Why can’t we have column alias in ORDER BY?

You probably think something like “What! Of course we can!”. And so did I when I read the title for a post about this in a forum. Let us first establish that you can have a column alias in ORDER BY:

[sql]SELECT
p.ProductID AS pid
,p.ListPrice AS pr
FROM Production.Product AS p
ORDER BY pr[/sql]

The problem was that a table name was also in the ORDER BY clause. And this is when it becomes weird. The problem isn’t the column alias, it is the table alias. Basically the desire is to write something like:

SELECT
p.ProductID AS pid
,p.ListPrice AS pr
FROM Production.Product AS p
ORDER BY p.pr

Above was apparently allowed in SQL Server 2005 2000 (I never did it myself, however). (Update: Erland Sommarskog caught my error, this was allowed in 2000, not 2005.) In order to understand why above is backwards, we need to consider the logical query flow. The first part of a query which is executed is the FROM clause (logically, the optimizer can do as it pleases as long as we get the same result). In above example, I renamed the table (for the rest of the query) from “Production.Product” to “p”. That means that we cannot refer to “Product” or “Production.Product” anymore in the query. However, SQL has imperfections and the topic of this blog is an attempt from MS to rectify such earlier imperfections (some of them), i.e., improving the product.

Continuing the logical query flow (WHERE, GROUP BY, HAVING), we towards the end find the SELECT clause. Here is where you can rename the columns (a.k.a. column alias) for the rest of the query. After the SELECT list, it is meaningless to talk about different tables (where the data originally comes from), all we have is the result of the query (so far). This is why, we can in the ORDER BY refer to a column alias (generally); ORDER BY comes logically after the SELECT list.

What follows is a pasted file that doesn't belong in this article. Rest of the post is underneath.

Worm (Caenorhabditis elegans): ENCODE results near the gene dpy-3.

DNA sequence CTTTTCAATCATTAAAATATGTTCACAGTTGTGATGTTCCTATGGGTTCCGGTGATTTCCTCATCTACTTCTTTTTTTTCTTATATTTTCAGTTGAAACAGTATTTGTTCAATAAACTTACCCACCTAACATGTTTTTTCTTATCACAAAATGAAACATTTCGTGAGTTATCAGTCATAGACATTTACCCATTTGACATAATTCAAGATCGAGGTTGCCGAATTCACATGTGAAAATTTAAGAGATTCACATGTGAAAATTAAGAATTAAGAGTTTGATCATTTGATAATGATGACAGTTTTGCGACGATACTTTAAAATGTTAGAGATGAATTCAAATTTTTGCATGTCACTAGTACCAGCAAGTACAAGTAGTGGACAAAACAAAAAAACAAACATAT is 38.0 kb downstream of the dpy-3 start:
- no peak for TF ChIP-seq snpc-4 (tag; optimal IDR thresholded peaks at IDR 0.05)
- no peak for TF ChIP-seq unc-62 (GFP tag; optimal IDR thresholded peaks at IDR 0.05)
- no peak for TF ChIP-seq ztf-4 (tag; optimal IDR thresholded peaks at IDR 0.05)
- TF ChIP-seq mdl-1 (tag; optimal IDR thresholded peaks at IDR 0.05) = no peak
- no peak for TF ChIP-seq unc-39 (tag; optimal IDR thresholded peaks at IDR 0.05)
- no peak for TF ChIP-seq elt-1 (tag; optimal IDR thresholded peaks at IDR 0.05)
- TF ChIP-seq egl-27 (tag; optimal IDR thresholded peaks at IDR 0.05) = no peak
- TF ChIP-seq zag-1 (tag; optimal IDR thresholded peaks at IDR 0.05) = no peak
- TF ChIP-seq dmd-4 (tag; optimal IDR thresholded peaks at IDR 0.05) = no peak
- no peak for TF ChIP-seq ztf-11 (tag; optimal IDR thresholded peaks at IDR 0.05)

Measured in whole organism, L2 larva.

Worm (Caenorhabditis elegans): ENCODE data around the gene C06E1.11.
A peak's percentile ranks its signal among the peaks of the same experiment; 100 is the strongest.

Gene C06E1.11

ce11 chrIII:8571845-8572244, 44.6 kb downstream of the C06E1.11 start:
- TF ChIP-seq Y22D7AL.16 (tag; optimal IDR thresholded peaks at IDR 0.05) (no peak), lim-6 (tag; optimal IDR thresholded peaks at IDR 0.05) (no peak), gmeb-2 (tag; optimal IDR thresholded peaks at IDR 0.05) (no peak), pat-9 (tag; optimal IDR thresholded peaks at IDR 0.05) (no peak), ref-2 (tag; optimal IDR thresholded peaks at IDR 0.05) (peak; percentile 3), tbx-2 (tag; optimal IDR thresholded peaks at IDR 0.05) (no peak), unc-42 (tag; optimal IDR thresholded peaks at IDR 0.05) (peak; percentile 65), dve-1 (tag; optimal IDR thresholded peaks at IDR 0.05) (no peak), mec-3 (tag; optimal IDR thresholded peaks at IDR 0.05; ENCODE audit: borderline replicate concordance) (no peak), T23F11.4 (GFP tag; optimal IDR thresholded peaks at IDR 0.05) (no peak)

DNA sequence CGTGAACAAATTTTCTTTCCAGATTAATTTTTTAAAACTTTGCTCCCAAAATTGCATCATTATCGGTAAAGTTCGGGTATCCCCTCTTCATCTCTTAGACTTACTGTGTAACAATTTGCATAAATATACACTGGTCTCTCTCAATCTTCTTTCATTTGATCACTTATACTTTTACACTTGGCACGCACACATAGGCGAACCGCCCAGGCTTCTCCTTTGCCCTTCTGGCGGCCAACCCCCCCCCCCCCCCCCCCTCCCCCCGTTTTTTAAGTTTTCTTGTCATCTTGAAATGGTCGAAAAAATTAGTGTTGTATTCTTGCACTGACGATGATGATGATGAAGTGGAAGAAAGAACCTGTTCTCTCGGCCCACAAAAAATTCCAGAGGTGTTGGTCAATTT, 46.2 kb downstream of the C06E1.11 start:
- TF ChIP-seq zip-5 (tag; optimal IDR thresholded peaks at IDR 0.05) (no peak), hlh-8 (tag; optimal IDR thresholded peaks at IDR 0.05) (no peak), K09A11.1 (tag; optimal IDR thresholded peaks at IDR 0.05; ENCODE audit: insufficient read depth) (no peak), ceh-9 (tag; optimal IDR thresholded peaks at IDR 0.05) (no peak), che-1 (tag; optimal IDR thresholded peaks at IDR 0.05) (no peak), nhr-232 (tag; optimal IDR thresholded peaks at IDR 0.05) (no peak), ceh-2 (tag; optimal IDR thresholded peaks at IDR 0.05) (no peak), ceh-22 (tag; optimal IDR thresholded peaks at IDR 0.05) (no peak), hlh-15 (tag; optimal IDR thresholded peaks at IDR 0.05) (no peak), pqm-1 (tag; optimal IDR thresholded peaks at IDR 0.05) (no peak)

However, the original problem was that one also wanted to include a table alias, which shouldn’t be allowed. So, why is it allowed, in the first place – consider it makes no sense from a logical standpoint? For that we need to look as somethining weird, which is allowed (both in T-SQL and ANSI SQL) and that can be somewhat useful:

SELECT
ProductID AS pid
,ListPrice AS pr
FROM Production.Product
ORDER BY ModifiedDate

We don’t need to return something to the client app in order to sort over it. Sure, that can be useful, but from a logical perspective, this is spooky. We sort over something which doesn’t exist! So, the imperfections of the SQL language is the reason things starts to break down. Basically, what we do is to sort over something as if we would have included it in the SELECT list. We are saying, in the ORDER BY clause something like

“Hey, dbms! Can you please pretend we included Product.ModifiedDate in the SELECT list so we can sort over it. Bur don’t return it to the client app, I don’t want to see that column.”

Where it really breaks down is when we combine table and column alias. Let me repeat the problematic query:

SELECT
p.ProductID AS pid
,p.ListPrice AS pr
FROM Production.Product AS p
ORDER BY p.pr

The problem is that it is meaningless to specify a table alias here, the column does exist in the SELECT list. The only reason we can refer to something table-something at all, is to let the DBMS pretend we included something additional from the base tables, so we could sort over it. Such as (allowed):

SELECT
ProductID AS pid
,ListPrice AS pr
FROM Production.Product AS p
ORDER BY p.ModifiedDate

One could of course argue that below would be more logical (not allowed):

SELECT
ProductID AS pid
,ListPrice AS pr
FROM Production.Product AS p
ORDER BY Product.ModifiedDate

Arguing that one form of two above is more logical than the other is pretty irrelevant, houever. Both are weird constructs, and the language is what it is. Anyone feel like checking the ANSI SQL standard which of above two (first, second or both) are allowed/preferred? No me, I’m off to grab some breakfast!

 

Leave a Reply

Your email address will not be published.